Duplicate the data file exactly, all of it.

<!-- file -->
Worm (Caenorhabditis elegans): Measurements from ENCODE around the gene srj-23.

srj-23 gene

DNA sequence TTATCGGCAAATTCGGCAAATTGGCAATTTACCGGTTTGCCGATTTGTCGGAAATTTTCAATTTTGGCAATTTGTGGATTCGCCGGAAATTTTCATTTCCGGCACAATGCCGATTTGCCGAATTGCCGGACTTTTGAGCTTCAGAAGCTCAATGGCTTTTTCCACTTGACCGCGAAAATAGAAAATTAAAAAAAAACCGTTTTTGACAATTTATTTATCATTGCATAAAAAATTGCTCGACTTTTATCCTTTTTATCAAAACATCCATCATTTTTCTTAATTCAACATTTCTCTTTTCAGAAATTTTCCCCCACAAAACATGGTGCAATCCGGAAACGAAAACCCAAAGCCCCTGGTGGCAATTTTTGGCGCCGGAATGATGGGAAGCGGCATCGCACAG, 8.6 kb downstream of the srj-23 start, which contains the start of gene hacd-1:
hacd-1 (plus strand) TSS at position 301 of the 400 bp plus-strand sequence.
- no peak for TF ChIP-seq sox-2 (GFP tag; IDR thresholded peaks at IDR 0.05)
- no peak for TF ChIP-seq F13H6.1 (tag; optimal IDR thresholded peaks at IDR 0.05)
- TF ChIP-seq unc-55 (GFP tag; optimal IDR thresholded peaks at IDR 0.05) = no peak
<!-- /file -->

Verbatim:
Worm (Caenorhabditis elegans): Measurements from ENCODE around the gene srj-23.

srj-23 gene

DNA sequence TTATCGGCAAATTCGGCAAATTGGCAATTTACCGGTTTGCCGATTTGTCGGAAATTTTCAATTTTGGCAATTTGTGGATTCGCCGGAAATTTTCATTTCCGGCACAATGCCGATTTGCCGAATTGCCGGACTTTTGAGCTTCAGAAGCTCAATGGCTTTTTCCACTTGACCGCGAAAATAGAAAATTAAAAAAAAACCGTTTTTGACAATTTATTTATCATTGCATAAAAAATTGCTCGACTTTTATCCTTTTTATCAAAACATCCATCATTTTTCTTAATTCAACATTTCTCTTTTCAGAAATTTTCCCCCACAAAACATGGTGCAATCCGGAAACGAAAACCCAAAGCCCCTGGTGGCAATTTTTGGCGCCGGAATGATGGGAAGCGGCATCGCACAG, 8.6 kb downstream of the srj-23 start, which contains the start of gene hacd-1:
hacd-1 (plus strand) TSS at position 301 of the 400 bp plus-strand sequence.
- no peak for TF ChIP-seq sox-2 (GFP tag; IDR thresholded peaks at IDR 0.05)
- no peak for TF ChIP-seq F13H6.1 (tag; optimal IDR thresholded peaks at IDR 0.05)
- TF ChIP-seq unc-55 (GFP tag; optimal IDR thresholded peaks at IDR 0.05) = no peak